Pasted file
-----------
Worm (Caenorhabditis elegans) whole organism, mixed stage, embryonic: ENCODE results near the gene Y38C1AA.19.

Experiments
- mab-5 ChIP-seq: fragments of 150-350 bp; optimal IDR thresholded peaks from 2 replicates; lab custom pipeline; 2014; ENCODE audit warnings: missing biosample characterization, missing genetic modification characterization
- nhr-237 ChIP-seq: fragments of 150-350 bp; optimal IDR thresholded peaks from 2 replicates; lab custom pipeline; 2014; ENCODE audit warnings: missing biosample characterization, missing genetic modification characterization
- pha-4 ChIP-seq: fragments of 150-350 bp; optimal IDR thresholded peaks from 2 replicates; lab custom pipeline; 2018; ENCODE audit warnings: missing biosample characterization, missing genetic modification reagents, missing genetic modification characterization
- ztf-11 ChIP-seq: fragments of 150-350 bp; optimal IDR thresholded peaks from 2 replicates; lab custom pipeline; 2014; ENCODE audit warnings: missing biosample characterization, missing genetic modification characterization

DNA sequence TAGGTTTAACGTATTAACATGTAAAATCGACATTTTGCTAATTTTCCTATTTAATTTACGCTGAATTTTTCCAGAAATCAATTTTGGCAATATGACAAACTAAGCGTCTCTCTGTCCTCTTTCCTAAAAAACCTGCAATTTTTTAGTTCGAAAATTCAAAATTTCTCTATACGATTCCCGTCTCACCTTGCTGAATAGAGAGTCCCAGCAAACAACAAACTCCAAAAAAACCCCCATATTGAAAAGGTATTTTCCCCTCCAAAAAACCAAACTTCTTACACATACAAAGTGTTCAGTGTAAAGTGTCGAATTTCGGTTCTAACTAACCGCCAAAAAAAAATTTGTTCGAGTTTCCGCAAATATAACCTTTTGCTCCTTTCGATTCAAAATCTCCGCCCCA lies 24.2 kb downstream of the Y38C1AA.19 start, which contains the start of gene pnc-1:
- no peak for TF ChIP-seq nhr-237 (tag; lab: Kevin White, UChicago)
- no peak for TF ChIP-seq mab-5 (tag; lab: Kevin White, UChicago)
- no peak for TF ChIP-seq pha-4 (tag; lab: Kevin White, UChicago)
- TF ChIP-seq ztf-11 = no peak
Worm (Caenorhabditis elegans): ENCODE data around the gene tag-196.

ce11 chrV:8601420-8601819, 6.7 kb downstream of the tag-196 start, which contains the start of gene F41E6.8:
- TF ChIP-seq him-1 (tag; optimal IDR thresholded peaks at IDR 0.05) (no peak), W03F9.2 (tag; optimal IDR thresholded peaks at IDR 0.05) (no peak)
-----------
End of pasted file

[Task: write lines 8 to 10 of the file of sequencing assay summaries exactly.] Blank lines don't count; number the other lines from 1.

- no peak for TF ChIP-seq nhr-237 (tag; lab: Kevin White, UChicago)
- no peak for TF ChIP-seq mab-5 (tag; lab: Kevin White, UChicago)
- no peak for TF ChIP-seq pha-4 (tag; lab: Kevin White, UChicago)